The following background data on Leishmaniasis in Panana are abstracted from Gideon www.GideonOnline.com and the Gideon e-book series. [1,2]
Time and Place:
– Most cases are reported from western Panama – Bocas del Toro, Cocle, Colon, Chiriqui and Panama Provinces.
– Children and new settlers to forest areas are at highest risk.
– Leishmania mexicana amazonensis and L. braziliensis panamanensis are implicated.
– L. colombiensis is also encountered.
– L. naiffi has been identified in sand flies the region of the Canal Zone.
– Leishmania braziliensis has been identified in the two-toed sloth (Choloepus hoffmanni) and three-toed sloth (Bradypus infuscatus.
– The two-toed sloth has also been identified as a reservoir for Leishmania panamensis and L. colombiensis.
– Parasites have also been demonstrated in the night monkey (Aotus trivirgatus).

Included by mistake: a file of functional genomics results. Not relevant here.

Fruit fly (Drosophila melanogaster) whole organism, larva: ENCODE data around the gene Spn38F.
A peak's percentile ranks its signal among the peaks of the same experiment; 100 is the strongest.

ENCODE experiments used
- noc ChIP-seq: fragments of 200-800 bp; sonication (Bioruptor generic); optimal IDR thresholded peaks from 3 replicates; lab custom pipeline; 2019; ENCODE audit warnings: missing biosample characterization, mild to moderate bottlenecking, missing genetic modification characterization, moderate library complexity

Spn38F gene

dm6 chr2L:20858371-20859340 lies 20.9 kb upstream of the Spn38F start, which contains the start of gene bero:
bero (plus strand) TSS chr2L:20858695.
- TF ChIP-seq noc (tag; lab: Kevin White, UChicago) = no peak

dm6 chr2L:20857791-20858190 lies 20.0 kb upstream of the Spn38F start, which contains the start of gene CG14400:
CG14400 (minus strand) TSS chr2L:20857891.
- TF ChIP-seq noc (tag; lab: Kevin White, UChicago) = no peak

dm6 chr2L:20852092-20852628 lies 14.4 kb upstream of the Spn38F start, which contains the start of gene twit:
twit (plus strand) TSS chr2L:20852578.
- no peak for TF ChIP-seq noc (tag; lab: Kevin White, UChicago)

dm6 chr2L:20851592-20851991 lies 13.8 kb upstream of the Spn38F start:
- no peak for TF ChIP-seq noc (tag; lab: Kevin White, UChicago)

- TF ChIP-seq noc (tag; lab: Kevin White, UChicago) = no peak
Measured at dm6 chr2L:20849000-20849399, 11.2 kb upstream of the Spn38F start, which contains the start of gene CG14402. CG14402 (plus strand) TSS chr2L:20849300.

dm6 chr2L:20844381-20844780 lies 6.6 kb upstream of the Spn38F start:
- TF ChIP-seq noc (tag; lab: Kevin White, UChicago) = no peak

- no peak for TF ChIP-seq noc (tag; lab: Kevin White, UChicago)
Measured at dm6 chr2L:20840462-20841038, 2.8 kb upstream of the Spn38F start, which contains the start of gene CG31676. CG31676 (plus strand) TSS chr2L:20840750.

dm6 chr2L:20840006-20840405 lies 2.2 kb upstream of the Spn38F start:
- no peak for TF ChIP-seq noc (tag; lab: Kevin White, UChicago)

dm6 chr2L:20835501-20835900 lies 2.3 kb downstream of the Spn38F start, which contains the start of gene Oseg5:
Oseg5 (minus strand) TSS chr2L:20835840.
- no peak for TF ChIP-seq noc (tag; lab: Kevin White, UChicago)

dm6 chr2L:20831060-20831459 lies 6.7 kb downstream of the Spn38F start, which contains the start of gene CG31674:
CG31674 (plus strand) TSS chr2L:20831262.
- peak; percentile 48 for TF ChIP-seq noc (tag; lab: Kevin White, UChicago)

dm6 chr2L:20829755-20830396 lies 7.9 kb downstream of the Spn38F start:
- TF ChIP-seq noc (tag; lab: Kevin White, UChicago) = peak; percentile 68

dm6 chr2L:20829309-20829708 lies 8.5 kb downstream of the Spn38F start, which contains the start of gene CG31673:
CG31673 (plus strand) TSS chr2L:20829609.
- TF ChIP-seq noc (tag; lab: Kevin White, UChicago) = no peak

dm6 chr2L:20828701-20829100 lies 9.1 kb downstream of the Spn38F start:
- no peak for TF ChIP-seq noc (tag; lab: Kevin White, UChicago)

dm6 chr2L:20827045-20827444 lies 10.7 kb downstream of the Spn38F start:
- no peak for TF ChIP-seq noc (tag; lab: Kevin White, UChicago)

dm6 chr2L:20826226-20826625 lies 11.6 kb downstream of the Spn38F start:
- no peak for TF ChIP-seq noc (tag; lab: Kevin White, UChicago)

– Dogs may also act as natural reservoirs in this country. 3% of dogs in forest settlements are infected (1968 to 1973).
– The principal local vector for L. panamensis is Lutzomyia (Nyssomyia) trapidoi.
– Additional species of anthropophilic sandflies have been implicated, including Lu. (N.) ylephiletor, Lu. (Ps.) panamensis, Lu. ovallesi, Lu. (Ps.) shannoni, and Lu. gomezi.
– The predominant vectors in Gamboa (central Panama) are Lu. (Ps.) panamensis and Lu. gomezi.
1984 – An outbreak (15 cases) was reported among Puerto Rican National Guard personnel conducting exercises in Panama.
1. Berger SA. Infectious Disases of Panama, 2012. 378 pp, 79 graphs, 1290 references. Gideon e-books, http://www.gideononline.com/ebooks/country/infectious-diseases-of-panama/
2. Berger SA. Cutaneous and Mucosal Leishmaniasis: Global Status, 2012. 106 pp, 92 graphs, 837 references. Gideon e-books, http://www.gideononline.com/ebooks/disease/cutaneous-and-mucosal-leishmaniasis-global-status/
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